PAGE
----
Over the course of six academic years, the University of California’s admissions process has allowed for improper influence in admissions decisions by unfairly admitting 64 applicants based on their personal or family connections to donors and university staff, a new state audit found.
Elaine M. Howle, California’s state auditor, spearheaded the report, which reviewed academic years 2013-14 through 2018-19 and encompassed campus admission practices for the UC Berkeley, UCLA, and UC San Diego campuses, as well as the admission of athletes at those campuses and the UC Santa Barbara campus.
The audit concluded that a majority of the 64 applicants who were admitted were white, and at least half had annual family incomes of $150,000 or more.
“Campuses admitted 22 of these students through their student-athlete admissions processes, even though the students did not have the athletic qualifications to compete at the university,” Howle wrote in a letter summarizing the audit’s findings, which was directed by the state. “UC Berkeley admitted the remaining 42 students, most of whom were referred to the admissions office because of their families’ histories as donors or because they were related or connected to university staff, even though their records did not demonstrate competitive qualifications for admission.”
The audit follows last year's bombshell FBI investigation into a college admissions bribery and fraud scandal, dubbed “Operation Varsity Blues,” which led to federal charges being brought against a wide array of parents, college coaches, and administrators, and implicated a number of high-profile higher education institutions, including UC Berkeley and UCLA.
“By admitting 64 noncompetitive applicants, the university undermined the fairness and integrity of its admissions process and deprived more qualified students of the opportunity for admission,” Howle said.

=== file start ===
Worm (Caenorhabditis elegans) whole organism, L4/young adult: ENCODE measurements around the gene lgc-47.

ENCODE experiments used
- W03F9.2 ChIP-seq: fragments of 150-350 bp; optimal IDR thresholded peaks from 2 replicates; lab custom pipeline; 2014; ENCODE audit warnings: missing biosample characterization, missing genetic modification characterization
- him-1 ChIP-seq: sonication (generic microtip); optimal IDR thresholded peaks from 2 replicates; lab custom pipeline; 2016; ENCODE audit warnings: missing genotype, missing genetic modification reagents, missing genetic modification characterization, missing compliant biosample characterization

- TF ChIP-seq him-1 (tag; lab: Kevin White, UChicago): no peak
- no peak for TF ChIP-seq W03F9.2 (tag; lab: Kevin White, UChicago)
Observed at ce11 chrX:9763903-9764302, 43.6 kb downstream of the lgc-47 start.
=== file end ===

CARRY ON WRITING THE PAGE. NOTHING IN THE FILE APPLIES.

The audit also included a list of recommendations for the university’s Office of the President to make during the admissions cycle for the 2021-22 academic year, which included to verify students’ athletic talent and establish predetermined criteria for the admissions process.
The audit also faulted the university’s Office of the President for not safeguarding the admissions process, stating that weaknesses in the system were due to a lack of oversight that has persisted for years.
“As the executive agency of the university, the Office of the President is best positioned to safeguard the fairness and consistency of the system’s admissions processes by setting minimum procedural requirements that align with best practices and by performing periodic reviews of the campuses’ admissions practices. However, the Office of the President has not consistently performed these key tasks,” the audit said. “Most troubling is that the Office of the President has not established a minimum set of systemwide protocols and procedures to protect against impropriety, despite having evidence that the campuses’ admissions processes are susceptible to inappropriate activity.”
In an. August 27 response to the audit, University of California President Michael Drake pledged to take prompt action to the findings and stated that many of the highlighted recommendations were similar to an internal audit completed in the past year.
“I have zero tolerance on matters of integrity, and will do everything I can to ensure inappropriate admissions do not happen on any of our campuses,” Drake wrote. “To that end, I appreciate the State Auditor’s assistance in providing the relevant underlying data and information supporting the audit’s conclusions. The University will then be able to take additional appropriate action as necessary and maintain the highest standards in our admissions processes.”
The state auditor’s office refuted some of the claims in Drake’s response, saying the university’s internal audit “did not address significant aspects of the admissions process that we reviewed during our audit.”
“Furthermore, our recommendations are stronger than those made by the university’s internal audit and address serious deficiencies that it did not identify,” the state auditor’s office said. “Left unaddressed, these issues will continue to harm qualified applicants who apply to the university.
Publication Date: 9/23/2020